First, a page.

Coming Home to a Deep Pile of…

Comment spam. If you don’t run a blog or online discussion group, you’ve probably never heard of them, but spam comments (fake comments submitted en masse and intended to send traffic to a splog or other money-making site) are a real danger for sites that want to encourage public discussion. I use the Akismet plug-in with my WordPress installation to screen out the spam, but that means that occasionally I’ll end up accidentally deleting a REAL comment. Other sites have required commentors to register or have turned off reader contributions entirely.

I originally installed Akismet back in August, about a month after e.politics launched and after enough spammers had found the site that distinguishing between real and fake comments had become a pain. Right before I left for Utah, the number of spam messages I’d received finally topped 20,000, but while I was away, another 4000 accumulated…or rougly 500 per day. Absolutely nuts, and a real danger to the collaborative nature of the modern Web.

What’s the solution? There’s probably no silver bullet, but a good start would be for free blog providers to crack down on spam blogs and for Google to be aggressive about blocking ads on them. Cut off the free hosting and the ready source of revenue, and we might be able to dry up the river of spam. (Nice image, eh? Mmmmmm, a rapid flow of processed meat product…).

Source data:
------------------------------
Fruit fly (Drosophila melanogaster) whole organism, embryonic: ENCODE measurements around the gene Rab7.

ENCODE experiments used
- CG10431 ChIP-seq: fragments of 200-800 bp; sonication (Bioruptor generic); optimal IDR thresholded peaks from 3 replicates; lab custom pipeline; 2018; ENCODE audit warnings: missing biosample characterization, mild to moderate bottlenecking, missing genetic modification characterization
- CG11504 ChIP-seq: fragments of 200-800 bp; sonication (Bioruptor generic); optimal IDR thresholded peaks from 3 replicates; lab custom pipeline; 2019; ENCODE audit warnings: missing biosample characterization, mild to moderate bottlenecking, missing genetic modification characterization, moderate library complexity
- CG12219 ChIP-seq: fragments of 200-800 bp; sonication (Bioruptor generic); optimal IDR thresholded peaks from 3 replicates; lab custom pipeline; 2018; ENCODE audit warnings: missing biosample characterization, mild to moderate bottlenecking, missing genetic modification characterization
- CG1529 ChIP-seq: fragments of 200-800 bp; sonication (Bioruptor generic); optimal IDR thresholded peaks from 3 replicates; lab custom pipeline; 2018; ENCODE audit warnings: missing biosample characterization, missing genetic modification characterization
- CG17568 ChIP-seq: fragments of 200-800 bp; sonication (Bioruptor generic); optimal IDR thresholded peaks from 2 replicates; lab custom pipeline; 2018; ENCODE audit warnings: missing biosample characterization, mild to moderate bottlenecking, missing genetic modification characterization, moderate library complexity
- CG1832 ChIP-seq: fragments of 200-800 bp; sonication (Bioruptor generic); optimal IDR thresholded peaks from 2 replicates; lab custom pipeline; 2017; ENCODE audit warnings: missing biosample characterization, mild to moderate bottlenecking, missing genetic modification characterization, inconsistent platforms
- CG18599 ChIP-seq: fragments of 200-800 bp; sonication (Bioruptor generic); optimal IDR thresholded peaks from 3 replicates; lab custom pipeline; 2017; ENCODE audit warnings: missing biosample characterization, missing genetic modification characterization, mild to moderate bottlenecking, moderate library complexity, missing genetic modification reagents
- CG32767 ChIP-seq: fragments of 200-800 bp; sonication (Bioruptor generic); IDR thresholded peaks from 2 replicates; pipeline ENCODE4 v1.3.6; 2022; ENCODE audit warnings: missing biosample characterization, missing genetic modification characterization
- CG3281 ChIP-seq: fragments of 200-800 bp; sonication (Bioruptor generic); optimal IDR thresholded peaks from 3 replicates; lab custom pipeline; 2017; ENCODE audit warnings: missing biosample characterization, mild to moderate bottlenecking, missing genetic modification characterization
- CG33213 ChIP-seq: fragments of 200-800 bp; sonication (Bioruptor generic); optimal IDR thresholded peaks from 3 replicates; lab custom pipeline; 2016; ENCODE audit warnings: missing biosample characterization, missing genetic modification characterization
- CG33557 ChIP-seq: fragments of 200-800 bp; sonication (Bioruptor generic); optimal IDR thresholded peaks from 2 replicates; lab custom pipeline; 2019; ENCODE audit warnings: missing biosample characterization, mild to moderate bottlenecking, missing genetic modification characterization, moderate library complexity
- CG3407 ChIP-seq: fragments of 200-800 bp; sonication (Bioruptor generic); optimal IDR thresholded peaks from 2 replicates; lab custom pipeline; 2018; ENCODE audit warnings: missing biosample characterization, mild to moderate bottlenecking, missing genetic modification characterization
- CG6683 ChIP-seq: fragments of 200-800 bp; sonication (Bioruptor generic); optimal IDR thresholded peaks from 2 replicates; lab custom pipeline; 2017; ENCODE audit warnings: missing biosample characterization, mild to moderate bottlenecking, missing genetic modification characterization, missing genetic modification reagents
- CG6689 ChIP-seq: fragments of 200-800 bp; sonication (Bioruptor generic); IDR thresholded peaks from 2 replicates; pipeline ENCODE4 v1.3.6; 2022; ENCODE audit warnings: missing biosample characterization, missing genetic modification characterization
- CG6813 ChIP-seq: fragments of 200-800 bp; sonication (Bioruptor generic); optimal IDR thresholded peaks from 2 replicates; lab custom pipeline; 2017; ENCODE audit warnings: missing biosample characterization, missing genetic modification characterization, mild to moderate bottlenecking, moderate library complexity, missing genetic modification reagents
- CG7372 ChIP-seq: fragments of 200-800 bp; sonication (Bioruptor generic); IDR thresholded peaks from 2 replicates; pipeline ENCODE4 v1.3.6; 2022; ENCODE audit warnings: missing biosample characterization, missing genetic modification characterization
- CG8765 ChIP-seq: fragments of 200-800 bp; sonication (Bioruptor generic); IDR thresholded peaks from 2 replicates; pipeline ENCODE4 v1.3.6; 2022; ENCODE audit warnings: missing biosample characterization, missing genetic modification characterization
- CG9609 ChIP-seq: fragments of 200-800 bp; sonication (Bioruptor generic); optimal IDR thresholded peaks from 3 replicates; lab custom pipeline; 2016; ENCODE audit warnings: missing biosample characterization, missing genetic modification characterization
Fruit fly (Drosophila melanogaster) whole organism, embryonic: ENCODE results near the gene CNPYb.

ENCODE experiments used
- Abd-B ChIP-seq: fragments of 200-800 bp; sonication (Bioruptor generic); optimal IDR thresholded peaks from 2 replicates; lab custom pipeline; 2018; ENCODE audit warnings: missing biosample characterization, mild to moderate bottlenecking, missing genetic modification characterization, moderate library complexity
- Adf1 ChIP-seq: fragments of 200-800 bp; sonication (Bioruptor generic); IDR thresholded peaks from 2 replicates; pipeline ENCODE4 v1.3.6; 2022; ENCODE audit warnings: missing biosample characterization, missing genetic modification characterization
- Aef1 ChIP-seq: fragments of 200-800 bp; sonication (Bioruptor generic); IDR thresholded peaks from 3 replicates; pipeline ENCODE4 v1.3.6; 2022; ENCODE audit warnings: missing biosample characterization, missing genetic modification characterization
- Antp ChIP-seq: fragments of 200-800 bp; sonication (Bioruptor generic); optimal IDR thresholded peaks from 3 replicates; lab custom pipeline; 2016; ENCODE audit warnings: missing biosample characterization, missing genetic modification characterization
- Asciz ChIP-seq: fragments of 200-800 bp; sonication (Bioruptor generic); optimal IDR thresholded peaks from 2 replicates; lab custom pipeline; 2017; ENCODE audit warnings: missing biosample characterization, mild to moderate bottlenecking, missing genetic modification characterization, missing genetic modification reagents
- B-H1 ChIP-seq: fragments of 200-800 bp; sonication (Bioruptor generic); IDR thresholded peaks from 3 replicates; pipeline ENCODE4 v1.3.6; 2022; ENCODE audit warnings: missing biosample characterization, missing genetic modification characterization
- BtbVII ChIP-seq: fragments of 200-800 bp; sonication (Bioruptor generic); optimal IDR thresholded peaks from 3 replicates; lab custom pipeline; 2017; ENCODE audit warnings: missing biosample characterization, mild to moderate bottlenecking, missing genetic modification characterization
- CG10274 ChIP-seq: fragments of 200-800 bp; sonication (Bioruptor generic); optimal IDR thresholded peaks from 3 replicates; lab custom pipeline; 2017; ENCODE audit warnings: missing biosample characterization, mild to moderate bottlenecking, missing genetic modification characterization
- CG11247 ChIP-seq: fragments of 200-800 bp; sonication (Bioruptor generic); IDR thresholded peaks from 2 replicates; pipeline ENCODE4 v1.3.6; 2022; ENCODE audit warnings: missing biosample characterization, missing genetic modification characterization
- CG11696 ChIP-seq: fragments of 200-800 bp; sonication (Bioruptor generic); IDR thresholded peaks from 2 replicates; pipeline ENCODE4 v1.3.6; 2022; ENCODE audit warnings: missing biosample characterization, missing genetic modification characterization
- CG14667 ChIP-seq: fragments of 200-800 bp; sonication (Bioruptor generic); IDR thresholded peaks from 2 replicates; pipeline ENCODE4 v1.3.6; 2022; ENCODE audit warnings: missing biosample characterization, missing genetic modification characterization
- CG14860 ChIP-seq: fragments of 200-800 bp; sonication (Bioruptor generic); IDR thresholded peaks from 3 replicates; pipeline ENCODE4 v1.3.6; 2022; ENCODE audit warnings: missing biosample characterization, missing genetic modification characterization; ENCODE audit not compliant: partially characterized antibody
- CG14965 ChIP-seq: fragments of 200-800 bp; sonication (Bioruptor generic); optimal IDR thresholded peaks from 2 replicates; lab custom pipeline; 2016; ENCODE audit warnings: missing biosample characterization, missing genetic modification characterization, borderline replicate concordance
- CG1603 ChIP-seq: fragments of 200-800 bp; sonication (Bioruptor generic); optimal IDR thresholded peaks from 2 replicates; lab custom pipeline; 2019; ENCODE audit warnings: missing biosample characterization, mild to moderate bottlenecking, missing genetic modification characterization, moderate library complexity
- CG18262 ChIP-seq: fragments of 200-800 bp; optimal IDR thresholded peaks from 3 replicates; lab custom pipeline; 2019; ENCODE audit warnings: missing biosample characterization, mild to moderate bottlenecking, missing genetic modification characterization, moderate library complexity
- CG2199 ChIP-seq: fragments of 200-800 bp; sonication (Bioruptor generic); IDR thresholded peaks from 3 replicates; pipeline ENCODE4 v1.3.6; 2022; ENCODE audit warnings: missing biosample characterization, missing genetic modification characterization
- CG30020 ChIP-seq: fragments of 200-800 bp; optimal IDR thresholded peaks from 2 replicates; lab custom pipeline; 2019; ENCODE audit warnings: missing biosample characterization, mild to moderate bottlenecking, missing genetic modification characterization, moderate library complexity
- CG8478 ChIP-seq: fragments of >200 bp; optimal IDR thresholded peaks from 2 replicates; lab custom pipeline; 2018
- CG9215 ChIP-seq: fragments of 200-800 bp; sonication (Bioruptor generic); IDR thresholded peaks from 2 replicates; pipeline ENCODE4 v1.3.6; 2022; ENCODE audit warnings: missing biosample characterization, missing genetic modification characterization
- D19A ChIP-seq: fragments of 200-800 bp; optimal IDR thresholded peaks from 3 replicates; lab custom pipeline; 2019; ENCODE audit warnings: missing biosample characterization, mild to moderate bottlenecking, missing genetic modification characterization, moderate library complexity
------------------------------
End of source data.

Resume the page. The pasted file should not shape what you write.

In other news, Sundance was a blast and it was hard to come home (Samuel L. Jackson and Justin Timberlake say “hi,” if I’m correctly interpreting the vague glance each made in my friends’ and my direction), but I have a bunch of new article ideas stored up. Fresh e.politics in three…two…one….


Written by
Colin Delany
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1 comment

    I am not sure exactly what CAPTCHA stands for, but the “T” stands for Turing and the “H” stands for Human. We all know what it is: when you sign up for something and you have to provide a translation of some garbled image. It’s a test of some kind that guarantees you are working with a human and not a machine. That’s the first big step of defeating spam.

    The problem is that for large organizations with a wide reach (political campaigns) these types of systems have to be enormously sophisticated. If you are visually impaired, you might fail a visual CAPTCHA test. Generally you need to provide for that, possibly by providing an aural captcha.